St. George's Church, Barrow-in-Furness facts for kids
Quick facts for kidsSt. George's Church
St. George's Church, viewed from the west
|OS grid reference||SD 203,688|
|Location||St George's Square, Barrow-in-Furness, Cumbria|
|Website||South Barrow Team Ministry|
|Founder(s)||Duke of Buccleuch,
Duke of Devonshire
|Heritage designation||Grade II|
|Designated||6 May 1976|
|Architect(s)||E. G. Paley,
Paley and Austin
|Materials||Slate with sandstone dressings
|Parish||St. George with St Luke Barrow-in-Furness|
|Archdeaconry||Westmorland and Furness|
|Rector||Revd Gary Cregeen|
|Curate(s)||Revd Jo Northey,
Revd Matt Hornby
|Churchwarden(s)||Ted Fenton, Jean Mease, Geraldine Southam|
|Parish administrator||Alison Otto|
St. George's Church is in St George's Square, Barrow-in-Furness, Cumbria, England. It is the oldest active Anglican parish church in the town. The church is in the deanery of Barrow, the archdeaconry of Westmorland and Furness, and the diocese of Carlisle. Its benefice is united with those of St Aidan, Newbarns, St Luke, Risedale, and St Perran, Roose, to form the South Barrow Team Ministry. The church is recorded in the National Heritage List for England as a designated Grade II listed building. It stands at the southeast extremity of the town.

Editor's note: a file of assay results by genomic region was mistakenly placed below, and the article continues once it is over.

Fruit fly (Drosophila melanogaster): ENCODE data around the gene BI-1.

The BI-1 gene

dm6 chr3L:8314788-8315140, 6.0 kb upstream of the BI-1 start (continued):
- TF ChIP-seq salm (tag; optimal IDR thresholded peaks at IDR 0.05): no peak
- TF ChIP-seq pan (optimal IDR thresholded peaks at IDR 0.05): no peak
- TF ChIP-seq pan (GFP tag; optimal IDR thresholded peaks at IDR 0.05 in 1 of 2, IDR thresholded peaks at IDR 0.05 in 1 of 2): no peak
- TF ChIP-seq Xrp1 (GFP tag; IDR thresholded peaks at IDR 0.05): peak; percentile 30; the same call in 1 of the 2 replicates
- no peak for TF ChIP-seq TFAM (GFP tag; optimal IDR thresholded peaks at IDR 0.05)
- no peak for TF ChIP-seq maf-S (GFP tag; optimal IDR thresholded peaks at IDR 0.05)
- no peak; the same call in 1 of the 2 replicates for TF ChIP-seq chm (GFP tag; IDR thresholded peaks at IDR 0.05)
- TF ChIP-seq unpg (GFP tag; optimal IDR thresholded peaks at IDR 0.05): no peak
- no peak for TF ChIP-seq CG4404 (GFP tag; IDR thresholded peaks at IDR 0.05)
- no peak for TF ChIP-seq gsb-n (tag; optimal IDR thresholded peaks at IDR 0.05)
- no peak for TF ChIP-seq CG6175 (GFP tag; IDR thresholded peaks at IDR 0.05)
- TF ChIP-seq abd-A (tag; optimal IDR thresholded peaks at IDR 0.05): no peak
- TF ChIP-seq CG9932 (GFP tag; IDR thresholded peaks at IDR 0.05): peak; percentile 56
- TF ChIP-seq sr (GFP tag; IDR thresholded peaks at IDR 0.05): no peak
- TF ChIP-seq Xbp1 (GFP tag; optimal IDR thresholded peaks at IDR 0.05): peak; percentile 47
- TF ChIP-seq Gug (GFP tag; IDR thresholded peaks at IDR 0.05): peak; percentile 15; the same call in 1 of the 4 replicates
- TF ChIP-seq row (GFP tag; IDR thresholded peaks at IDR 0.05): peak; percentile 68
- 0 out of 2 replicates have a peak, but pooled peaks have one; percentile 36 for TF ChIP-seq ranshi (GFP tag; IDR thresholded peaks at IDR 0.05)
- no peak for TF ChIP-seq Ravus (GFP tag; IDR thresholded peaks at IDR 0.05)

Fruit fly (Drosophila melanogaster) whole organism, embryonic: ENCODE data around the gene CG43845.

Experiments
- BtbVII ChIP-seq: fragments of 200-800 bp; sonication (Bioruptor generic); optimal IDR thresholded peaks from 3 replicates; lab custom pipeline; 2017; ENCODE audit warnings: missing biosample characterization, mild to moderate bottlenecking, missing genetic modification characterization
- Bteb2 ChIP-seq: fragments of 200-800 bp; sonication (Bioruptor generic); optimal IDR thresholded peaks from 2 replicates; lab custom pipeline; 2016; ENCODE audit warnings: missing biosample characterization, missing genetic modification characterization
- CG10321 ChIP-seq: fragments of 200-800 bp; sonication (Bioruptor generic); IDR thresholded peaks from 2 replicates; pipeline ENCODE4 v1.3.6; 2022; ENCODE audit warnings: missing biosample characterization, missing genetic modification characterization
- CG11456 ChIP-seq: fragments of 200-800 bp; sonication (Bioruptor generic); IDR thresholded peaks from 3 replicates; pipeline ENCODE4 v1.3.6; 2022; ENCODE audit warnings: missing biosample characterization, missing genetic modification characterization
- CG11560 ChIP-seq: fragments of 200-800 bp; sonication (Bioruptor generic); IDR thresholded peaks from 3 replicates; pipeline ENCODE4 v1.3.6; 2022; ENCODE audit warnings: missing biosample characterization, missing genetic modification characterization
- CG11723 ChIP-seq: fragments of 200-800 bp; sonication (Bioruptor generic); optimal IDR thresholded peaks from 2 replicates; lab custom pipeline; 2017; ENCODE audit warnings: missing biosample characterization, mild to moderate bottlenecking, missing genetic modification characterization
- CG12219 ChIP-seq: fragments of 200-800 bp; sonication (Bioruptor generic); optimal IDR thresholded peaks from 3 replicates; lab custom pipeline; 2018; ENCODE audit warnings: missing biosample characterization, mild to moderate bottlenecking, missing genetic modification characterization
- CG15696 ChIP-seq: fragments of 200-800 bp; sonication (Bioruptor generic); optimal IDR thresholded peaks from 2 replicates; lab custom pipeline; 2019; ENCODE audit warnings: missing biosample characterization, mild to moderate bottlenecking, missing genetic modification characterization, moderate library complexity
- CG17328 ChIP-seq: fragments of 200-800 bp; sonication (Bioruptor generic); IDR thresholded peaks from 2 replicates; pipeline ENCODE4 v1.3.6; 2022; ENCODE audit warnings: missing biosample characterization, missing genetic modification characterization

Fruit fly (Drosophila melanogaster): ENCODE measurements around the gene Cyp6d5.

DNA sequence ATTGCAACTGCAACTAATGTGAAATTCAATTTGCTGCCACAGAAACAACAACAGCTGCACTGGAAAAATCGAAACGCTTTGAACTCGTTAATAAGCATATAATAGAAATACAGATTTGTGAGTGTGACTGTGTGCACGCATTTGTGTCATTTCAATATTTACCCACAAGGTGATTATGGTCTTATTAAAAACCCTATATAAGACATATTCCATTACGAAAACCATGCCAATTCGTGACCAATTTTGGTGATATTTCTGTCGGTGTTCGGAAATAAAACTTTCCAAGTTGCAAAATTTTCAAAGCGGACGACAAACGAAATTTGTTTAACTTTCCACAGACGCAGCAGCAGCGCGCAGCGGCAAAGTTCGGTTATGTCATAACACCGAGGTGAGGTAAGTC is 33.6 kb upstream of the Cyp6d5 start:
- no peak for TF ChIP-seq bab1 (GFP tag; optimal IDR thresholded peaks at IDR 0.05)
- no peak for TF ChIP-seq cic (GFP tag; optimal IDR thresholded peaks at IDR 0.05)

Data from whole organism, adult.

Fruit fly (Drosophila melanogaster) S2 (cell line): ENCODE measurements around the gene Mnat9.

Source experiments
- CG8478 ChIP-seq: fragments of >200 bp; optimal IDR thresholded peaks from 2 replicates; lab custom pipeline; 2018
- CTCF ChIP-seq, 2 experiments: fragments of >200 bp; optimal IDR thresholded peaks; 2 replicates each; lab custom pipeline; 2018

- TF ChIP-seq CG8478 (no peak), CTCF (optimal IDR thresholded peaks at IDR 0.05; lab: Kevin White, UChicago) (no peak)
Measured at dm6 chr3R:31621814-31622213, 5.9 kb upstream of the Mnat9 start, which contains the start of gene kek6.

The church was built between 1859 and 1861, to a design by the Lancaster architect E. G. Paley. Its patrons were the Duke of Buccleuch and the Duke of Devonshire. It was built at the suggestion of Sir James Ramsden to be the parish church in the developing town of Barrow-in-Furness. However it was left in a peripheral position as the town grew away from it, and especially when the railway station was relocated in 1882. The north aisle was added in 1867 by Paley, increasing the seating capacity to nearly 1,000. In 1883 the Ramsden Chapel was added, and the chancel was increased in size, being made higher and longer. In the Ramsden Chapel seating was added for use in civic occasions. This work was carried out by the partnership of Paley and Austin. The stained glass in the east window was destroyed in the Second World War. In 1982 the north aisle was partitioned off, and most of its furnishings were removed. Since the partitioning, the north aisle has been used as a church hall.
St. George's is constructed in dry-jointed slate with red sandstone dressings; the roofs are slated. The slate came from the Duke of Devonshire's quarries at Kirkby, and the sandstone from St Bees. Its plan consists of a five-bay nave with north and south aisles under separate roofs, south and west porches, a two-bay chancel with a chapel to the south, an organ chamber and a vestry to the north, and a tower at the west end of the south aisle. The tower is in three stages with diagonal buttresses, and an octagonal stair turret at its southeast corner. The parapet is embattled. The windows contain Geometric tracery.
The arcades are carried on alternate octagonal and circular piers, their capitals being carved with foliage. The stained glass in the east window dates from 1951 and was designed by A. F. Erridge of Whipple and Company. Also in the church is stained glass by Hardman, and by Shrigley and Hunt. The church had a three-manual organ built in 1881 by Young, but this was scrapped in the 1980s and replaced with an electronic organ.
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